Its anthem is a musical masterpiece and the flag bearing its logo, waved around with such vigour before kick-off, is a work of art. Apart from that though, the Nations League has proved to be something of a damp squib.
When Uefa announced its introduction, a biennial tournament charged with giving the ordinarily mundane international friendlies a much-needed shot of adrenalin, they insisted that it would 'create more meaningful and competitive matches.’ Fast forward three years since Portugal lifted the competition’s inaugural trophy and lethargy has well and truly begun to set in across this idealistic but ultimately chaotic conception.
We saw this in England’s dreary 1-0 defeat in their Nations League Group A opener to Hungary, which would have left even the most fervent of football fans desperately grasping for the TV remote in search of something more entertaining. An omnibus of Four In The Bed would provide more thrills and spills than the display many tuned into on Saturday.
Tonight’s 1-1 draw with Germany compounded that tiresome feeling. Both sets of players at the Allianz Arena seemed to be running on fumes and it was clear for everybody to see. Many of the stars on show, especially those who play for clubs with duties in Europe this term, have completed gruelling 50/60-plus game campaigns and have now been thrust straight into another congested fixture list.
Even five changes to the side that faltered in Budapest at the weekend, with Kieran Trippier, John Stones, Bukayo Saka, Kalvin Phillips and Raheem Sterling coming into the fray, failed to ignite proceedings. Proof of the Nations League’s impact on the player’s bodies was obvious in a dull first-half when Phillips was brought off after just 15 minutes. Sterling pulled up with a worrying quad problem shortly after but was able to continue at least.
The second-half picked up considerably, with Jonas Hofmann breaking the deadlock for Die Mannschaft and Harry Kane equalising from the spot to set up a grandstand finish in the dying stages, but by then a large chunk of the viewership had probably turned over to ITV2 for the far steamier affairs of Love Island.
The passion was there and the effort given was worthy of such a historic footballing rivalry, but these were clearly players playing on a limited tank. What good does it do if teams are playing friendlies when half the squad are utterly knackered? With the World Cup in Qatar fast-approaching, preparations need to be much more considered with regards to the player’s well-being.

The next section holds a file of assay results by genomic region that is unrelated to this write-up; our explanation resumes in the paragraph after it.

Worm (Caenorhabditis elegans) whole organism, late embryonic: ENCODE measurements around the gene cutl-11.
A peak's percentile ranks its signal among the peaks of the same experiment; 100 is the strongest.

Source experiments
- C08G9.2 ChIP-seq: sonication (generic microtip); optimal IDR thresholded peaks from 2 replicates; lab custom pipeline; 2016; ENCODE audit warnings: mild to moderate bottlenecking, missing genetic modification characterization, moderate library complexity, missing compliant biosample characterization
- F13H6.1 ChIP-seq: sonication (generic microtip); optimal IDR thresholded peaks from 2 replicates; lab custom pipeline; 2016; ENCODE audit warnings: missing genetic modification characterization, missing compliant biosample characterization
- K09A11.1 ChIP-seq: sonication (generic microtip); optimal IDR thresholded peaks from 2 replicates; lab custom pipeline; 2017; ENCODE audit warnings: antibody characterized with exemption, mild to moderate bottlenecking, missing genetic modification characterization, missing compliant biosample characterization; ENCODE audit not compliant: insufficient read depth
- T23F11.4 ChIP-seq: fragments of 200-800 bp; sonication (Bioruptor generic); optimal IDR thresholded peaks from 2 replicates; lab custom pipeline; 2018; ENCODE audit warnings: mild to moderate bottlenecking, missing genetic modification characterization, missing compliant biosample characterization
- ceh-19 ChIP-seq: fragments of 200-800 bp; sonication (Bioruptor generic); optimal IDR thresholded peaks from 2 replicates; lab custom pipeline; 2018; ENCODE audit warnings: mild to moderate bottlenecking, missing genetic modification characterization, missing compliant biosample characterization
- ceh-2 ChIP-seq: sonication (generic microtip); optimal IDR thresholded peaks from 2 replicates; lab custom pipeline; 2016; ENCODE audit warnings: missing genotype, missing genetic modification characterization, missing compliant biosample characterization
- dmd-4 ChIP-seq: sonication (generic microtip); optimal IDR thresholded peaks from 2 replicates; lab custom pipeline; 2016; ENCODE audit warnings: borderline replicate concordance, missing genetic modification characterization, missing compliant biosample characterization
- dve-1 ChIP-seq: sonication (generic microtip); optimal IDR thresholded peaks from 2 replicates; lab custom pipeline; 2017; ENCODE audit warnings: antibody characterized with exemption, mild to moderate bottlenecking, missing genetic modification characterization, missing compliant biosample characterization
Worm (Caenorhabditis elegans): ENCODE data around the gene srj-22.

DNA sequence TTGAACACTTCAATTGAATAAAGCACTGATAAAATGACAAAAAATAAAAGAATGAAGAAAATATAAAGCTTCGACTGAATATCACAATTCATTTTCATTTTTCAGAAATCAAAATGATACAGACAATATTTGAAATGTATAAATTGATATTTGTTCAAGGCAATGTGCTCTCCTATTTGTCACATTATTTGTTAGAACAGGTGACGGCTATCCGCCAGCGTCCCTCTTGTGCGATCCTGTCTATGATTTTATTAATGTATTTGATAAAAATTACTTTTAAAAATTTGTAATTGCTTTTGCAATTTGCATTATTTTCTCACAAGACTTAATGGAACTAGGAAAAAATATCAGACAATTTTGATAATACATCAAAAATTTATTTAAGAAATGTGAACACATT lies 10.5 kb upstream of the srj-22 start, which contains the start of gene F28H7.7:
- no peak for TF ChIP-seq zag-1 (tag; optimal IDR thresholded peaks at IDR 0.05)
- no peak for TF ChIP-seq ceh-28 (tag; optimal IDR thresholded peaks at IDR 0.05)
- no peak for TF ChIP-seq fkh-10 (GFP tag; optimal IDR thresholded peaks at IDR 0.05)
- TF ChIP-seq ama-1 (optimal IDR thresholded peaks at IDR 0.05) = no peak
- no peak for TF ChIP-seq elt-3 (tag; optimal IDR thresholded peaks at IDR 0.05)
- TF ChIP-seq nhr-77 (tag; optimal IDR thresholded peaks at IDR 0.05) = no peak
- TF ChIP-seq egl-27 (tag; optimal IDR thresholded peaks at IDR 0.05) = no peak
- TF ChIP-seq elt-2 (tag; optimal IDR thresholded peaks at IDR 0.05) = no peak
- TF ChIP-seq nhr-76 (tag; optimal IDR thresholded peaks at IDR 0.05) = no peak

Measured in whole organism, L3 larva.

The biggest players in the world are beginning to show disinterest too. Last week Manchester City and Belgium star Kevin De Bruyne publicly voiced his dissatisfaction. "For me, the Nations League is unimportant," he told reporters. "We have to play those matches, but it's a kind of practice campaign. Everyone has had a very tough season. As soon as we are on the field, we do what we have to do.
"Then I want to win. Other than that, I don't have much to say about it. We have nothing to say about it. As players, we can talk about vacation or rest, but we have no say. We follow what we need to do and that's it. We have a little more than three weeks of vacation every 12 months.
"The outsiders don't understand how a player feels after a season. It doesn't have to be, in the end it won't change anyway. Nor is there any point in saying anything about it. Nothing will change anyway."
It’s not just the players getting tired either. TV coverage for the 2022 edition of the Nations League has been lacking to say the least. While Channel 4 have picked up rights to England’s games, the rest of the tournament has been shown on Premier Sports after broadcasting behemoth Sky Sports lost its rights. And let’s face it, given Sky Sports probably has an almost bottomless treasure chest to splash out on coverage across the sporting calendar, if they had any interest in showing the Nations League this season, they would have.
The intentions behind the Nations League were well-meaning, but once the curtain falls on this year’s instalment on June 18, perhaps it's time for the overlords at Uefa to go back to the drawing board. Hardly anyone enjoys international friendlies - it’s a sad fact of life, like going to the dentist. But while they might not set the world alight, they serve their purpose. There may not be a shiny trophy at the end of it, but they’re more easily managed, still do a job in getting squads up to scratch and most importantly don’t leave the players drowning in lactic acid.
TUESDAY’S NATIONS LEAGUE RESULTS:
Germany 1-1 England
Italy 2-1 Hungary
Finland 2-0 Montenegro
Bosnia-Herzegovina 1-0 Romania
Faroe Islands 0-1 Luxembourg
Lithuania 0-6 Turkey
*18+ | BeGambleAware